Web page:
AI-Driven Search A/B Testing: The Next Evolutionary Leap
Posted: 30 Jan 2020
Date Written: January 29, 2020
A/B testing is one of the most powerful techniques in the data science toolbox, enabling practitioners to attribute causality to individual product changes. This technique has enabled companies as diverse as Amazon, Facebook, and Google to grow into market-straddling colossi. However, A/B testing does have challenges, especially for smaller players in the market. One challenging problem is local maxima – never quite knowing if sequential A/B tests have reached the apogee of their potential, or if they are residing on a lower peak. The traditional answer to this challenge has been multi-variate testing (MVT) – armed with sampling and statistical heuristics to find the best peak by testing many variants at once. But multivariate testing has its own set of challenges due to combinatorial explosion in terms of the sheer number of variations that require testing. To solve the problem of local maxima in a scalable manner, we have developed a testing strategy we call “Neo-Darwinian testing”. Why does Neo-Darwinian testing represent a leap forward? By using genetic algorithms, we’ve found a way to intelligently look at a population of tests, and rapidly breed new generations of variants until the ultimate ‘genome’ wins the test – each generation shaped by the external pressures of real customer behaviours. The power of this technique enabled us to run an MVT test so large that it would normally take years to produce a statistically valid result, and get results in 30 days. We will discuss how we are enhancing the capabilities of our in-house A/B testing to conduct Neo-Darwinian search A/B testing and also share initial results of our first pilot.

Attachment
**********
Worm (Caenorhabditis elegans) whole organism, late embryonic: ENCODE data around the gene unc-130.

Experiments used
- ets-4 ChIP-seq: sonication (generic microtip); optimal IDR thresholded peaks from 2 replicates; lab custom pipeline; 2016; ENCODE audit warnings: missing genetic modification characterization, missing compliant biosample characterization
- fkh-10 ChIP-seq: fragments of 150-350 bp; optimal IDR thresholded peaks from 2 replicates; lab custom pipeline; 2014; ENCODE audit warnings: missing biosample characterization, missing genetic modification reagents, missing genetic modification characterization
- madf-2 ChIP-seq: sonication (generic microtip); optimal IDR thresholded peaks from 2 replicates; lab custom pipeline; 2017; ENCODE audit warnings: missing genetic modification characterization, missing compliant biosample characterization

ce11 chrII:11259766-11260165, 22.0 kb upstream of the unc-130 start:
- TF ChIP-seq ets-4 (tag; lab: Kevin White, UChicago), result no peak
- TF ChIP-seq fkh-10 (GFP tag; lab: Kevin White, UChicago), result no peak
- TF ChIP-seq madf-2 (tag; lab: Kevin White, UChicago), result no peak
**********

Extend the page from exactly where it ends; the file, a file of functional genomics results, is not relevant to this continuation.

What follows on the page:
Keywords: search testing, search engine, genetic algorithms, evolutionary computing, AB testing, multivariate testing, local maxima, machine learning, artificial intelligence
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